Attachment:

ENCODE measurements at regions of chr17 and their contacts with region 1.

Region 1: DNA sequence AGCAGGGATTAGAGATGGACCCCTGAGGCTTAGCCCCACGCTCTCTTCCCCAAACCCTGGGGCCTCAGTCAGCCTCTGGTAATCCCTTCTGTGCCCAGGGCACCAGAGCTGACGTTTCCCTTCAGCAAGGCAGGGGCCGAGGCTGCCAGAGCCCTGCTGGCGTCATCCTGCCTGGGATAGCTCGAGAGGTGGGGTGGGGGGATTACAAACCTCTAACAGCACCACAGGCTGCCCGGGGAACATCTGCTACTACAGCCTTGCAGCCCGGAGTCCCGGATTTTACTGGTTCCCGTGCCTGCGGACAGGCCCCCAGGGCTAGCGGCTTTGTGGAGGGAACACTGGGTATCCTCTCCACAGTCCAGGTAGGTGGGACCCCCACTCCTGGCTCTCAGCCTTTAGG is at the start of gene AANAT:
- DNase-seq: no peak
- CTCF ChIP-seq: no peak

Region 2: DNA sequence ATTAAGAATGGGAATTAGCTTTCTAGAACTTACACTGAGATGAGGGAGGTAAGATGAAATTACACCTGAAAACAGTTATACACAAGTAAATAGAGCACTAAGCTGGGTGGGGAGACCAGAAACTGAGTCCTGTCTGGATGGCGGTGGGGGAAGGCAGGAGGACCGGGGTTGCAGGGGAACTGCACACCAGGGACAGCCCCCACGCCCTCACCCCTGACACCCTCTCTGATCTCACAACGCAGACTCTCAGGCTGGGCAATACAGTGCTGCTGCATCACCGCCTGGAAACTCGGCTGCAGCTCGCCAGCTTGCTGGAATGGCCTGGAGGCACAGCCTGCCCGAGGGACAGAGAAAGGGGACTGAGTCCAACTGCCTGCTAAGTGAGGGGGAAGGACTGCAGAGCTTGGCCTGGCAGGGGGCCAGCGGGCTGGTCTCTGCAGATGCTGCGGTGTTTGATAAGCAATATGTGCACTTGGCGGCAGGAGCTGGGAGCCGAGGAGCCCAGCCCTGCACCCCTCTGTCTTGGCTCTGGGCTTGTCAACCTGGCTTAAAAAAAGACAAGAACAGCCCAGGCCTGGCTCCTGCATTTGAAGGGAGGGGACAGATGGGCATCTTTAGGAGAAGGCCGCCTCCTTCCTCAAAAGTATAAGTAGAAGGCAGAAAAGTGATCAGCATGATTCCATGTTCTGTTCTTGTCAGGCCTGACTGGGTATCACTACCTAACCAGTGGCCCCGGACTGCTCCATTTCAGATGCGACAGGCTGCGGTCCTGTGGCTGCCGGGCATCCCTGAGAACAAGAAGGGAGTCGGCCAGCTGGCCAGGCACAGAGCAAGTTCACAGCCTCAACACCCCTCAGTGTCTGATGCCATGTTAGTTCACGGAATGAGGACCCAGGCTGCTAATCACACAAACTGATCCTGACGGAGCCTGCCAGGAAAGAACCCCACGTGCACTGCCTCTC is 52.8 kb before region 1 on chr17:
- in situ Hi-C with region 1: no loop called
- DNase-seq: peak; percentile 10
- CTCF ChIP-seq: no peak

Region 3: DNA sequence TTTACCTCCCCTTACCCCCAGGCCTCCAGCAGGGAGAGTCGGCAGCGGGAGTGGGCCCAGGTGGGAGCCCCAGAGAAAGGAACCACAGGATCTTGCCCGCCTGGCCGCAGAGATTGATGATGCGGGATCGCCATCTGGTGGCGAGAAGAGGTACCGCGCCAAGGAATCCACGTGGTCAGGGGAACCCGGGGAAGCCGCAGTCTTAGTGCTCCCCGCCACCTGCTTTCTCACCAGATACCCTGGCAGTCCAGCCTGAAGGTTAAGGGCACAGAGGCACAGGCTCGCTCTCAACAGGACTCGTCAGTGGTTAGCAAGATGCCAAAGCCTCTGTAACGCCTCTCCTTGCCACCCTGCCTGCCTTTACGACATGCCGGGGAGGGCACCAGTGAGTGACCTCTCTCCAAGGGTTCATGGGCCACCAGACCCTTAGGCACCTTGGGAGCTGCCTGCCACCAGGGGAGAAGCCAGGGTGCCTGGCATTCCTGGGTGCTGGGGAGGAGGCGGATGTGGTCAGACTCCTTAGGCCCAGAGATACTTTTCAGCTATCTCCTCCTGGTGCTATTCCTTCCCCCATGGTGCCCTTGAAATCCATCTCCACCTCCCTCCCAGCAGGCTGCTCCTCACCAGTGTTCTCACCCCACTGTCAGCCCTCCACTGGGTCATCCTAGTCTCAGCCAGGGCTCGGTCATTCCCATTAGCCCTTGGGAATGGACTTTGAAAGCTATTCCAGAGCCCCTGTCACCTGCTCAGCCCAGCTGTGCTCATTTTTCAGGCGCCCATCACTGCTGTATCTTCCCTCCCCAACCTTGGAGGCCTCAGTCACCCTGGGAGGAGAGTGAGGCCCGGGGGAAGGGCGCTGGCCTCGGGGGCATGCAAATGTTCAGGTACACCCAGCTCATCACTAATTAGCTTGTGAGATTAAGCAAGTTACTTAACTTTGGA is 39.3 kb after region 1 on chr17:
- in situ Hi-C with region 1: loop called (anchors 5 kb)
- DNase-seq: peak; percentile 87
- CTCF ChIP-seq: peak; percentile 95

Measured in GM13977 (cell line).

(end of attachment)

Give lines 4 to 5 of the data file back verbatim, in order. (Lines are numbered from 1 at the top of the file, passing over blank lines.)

- CTCF ChIP-seq: no peak

Region 2: DNA sequence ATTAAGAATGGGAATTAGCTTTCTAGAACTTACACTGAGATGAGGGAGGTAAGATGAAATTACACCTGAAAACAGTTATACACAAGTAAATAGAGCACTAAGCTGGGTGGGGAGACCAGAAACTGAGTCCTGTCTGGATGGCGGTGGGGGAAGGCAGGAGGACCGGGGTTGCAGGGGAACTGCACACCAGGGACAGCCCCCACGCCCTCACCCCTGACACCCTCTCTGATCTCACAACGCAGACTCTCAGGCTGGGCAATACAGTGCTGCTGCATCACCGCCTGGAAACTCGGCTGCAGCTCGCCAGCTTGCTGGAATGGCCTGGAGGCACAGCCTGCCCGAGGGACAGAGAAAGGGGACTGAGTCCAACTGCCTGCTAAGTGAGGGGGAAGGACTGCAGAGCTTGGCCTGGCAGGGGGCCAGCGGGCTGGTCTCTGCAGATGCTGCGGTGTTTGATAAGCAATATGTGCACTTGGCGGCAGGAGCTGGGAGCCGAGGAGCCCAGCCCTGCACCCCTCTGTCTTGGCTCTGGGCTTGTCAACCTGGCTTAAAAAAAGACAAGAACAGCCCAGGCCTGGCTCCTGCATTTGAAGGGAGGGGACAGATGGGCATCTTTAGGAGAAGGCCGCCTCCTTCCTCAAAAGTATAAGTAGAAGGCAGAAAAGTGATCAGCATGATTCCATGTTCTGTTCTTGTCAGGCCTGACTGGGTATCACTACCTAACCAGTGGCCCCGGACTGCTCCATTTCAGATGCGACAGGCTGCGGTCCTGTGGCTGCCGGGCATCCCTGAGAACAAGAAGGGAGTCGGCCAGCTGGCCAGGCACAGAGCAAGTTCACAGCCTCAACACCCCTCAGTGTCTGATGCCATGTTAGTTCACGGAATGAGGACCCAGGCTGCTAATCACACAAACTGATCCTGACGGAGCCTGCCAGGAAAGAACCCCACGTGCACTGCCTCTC is 52.8 kb before region 1 on chr17: